This Sinek/Kwik interview describes the damage smartphones are doing to our brains.
Smart Phones, the icon of 21 Century life, are also a big problem for our bodies.
Research discussing such issues describes increasing rates of workplace injuries, Gen Y’s entering the workforce already injured and children as young as 15 showing signs of pre-arthritic postures due to existing levels of screen use.
As a trainer focused on health and wellness in modern work environments, I help clients set up smartphones at workstations to avoid the constant hyper-extension or neck rotation. The automatic and endless checking of phones increases the risk of necks and upper back pain and injury.
As a trainer, am I enabling a behaviour that I believe is contraindicated as it may cause harm to the person? Yet my job is to provide knowledge and skills that decrease pain and the risk of injury for any work tool. Do I have a choice?
Consultants are hired to provide a specific service, yet we see a wide range of issues that should be addressed to manage or avoid potential harm to the individual and the business.
Should we be invited to provide a bigger health and wellness picture?
Changing Workplace Health and Wellness
Progressive training professionals already refine programs in collaboration with clients, yet there is a new stage of program development emerging. Practitioners such as Charlie Grantham argue it’s time move beyond siloed training programs supporting wellness or well-being, to a concept of complementary wholeness requiring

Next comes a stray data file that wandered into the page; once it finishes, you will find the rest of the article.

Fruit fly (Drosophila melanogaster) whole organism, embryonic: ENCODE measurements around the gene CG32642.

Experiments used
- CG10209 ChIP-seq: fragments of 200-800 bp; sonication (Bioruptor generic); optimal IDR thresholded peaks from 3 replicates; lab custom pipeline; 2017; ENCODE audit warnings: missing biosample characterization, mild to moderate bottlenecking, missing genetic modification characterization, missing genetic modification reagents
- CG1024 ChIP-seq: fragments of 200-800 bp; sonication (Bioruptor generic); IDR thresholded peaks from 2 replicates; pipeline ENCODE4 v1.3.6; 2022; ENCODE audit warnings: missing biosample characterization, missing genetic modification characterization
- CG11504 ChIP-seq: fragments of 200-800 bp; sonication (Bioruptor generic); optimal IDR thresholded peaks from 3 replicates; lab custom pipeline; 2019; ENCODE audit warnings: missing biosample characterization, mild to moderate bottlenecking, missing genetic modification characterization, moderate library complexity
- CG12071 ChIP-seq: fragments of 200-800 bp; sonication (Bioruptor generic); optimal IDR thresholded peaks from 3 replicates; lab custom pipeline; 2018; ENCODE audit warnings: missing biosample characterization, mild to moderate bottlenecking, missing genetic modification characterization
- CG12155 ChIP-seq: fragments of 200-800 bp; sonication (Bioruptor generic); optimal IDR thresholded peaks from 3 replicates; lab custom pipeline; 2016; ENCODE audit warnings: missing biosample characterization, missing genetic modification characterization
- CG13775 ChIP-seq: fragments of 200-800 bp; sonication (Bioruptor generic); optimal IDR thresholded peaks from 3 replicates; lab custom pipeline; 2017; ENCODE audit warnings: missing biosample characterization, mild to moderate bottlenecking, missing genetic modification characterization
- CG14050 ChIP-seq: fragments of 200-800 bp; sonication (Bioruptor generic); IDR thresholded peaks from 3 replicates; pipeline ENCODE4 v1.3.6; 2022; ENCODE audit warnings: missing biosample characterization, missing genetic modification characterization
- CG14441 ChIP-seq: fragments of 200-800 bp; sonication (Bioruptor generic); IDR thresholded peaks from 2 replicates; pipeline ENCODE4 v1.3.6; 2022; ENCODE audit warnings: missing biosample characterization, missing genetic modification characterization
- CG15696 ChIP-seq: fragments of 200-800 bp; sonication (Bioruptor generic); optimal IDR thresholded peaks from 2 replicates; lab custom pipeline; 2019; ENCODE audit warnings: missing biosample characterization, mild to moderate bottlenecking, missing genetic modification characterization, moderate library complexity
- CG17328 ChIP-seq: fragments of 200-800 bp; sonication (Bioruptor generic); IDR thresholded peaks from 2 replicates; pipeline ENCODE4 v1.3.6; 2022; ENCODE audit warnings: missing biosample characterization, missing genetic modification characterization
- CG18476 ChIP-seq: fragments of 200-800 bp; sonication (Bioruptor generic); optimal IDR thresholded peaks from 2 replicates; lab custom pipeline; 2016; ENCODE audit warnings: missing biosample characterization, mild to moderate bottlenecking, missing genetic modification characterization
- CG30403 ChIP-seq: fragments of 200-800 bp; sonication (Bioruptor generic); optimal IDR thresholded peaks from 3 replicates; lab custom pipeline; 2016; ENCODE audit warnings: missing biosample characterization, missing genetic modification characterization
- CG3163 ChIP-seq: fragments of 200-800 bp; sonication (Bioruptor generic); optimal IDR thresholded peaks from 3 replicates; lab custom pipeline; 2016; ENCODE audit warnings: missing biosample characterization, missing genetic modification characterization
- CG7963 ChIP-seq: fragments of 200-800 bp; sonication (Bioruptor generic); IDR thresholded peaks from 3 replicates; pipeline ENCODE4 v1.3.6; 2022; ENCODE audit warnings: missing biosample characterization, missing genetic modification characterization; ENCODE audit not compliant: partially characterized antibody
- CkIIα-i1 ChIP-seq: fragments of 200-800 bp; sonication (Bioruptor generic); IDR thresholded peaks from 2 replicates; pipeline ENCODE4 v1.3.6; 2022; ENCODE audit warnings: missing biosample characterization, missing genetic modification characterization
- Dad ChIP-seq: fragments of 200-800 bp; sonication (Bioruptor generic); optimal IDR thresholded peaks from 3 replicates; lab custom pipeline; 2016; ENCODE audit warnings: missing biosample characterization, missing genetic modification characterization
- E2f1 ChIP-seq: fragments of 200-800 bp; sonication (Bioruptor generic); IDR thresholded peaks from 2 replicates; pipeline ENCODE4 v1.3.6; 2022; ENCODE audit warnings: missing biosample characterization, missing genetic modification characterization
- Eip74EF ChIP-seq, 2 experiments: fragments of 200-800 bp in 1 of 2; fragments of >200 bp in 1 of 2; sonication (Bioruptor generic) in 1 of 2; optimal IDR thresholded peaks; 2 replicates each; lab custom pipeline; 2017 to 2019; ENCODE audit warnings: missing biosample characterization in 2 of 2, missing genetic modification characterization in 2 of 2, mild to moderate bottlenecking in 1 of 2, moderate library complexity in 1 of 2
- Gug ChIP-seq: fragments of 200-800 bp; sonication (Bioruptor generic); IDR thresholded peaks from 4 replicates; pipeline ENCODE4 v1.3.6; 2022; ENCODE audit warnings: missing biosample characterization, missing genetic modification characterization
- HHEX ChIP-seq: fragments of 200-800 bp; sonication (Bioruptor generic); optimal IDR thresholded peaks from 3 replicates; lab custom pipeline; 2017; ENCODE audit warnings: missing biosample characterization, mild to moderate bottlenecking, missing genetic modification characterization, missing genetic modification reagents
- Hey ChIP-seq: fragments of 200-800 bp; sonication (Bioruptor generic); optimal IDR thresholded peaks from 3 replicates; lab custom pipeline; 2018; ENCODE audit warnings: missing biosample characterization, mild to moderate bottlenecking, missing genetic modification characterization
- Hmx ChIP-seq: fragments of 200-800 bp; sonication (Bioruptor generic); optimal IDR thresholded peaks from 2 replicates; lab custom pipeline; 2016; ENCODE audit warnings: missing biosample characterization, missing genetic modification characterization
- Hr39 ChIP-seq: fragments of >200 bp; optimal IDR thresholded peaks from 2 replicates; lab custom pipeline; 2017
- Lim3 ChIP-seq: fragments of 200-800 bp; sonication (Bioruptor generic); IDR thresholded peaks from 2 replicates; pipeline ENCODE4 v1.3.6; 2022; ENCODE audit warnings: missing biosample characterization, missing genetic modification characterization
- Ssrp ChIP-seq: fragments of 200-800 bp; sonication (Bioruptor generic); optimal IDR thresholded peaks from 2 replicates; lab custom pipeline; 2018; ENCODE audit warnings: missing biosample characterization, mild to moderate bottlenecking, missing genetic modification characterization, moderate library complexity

“a change in design perspective from maximizing individual factors (i.e., physical, psychological, and purpose directed) into an integrated systemic perspective”.
These are programs that consider the physical, emotional and intellectual (or spiritual) health of an employee. Programs built from an integrated systemic perspective considering the increasingly blurred boundaries between work and home when planning health management strategies.
How does a consultant build this conversation?
A single report or meeting to discuss training outcomes will not energize a time poor manager or build a community of in-house and external stakeholders. A community that must hold the knowledge, the skills to translate and deliver that knowledge as work procedures and skills, and individuals that can ensure the implementation of new procedures and address barriers to application.
The call is for a more holistic approach to the design and delivery of health, safety and wellbeing programs. Working towards
How do we start this conversation?
Please share your ideas and questions. My ongoing research will incorporate your ideas into my next post on this issue!
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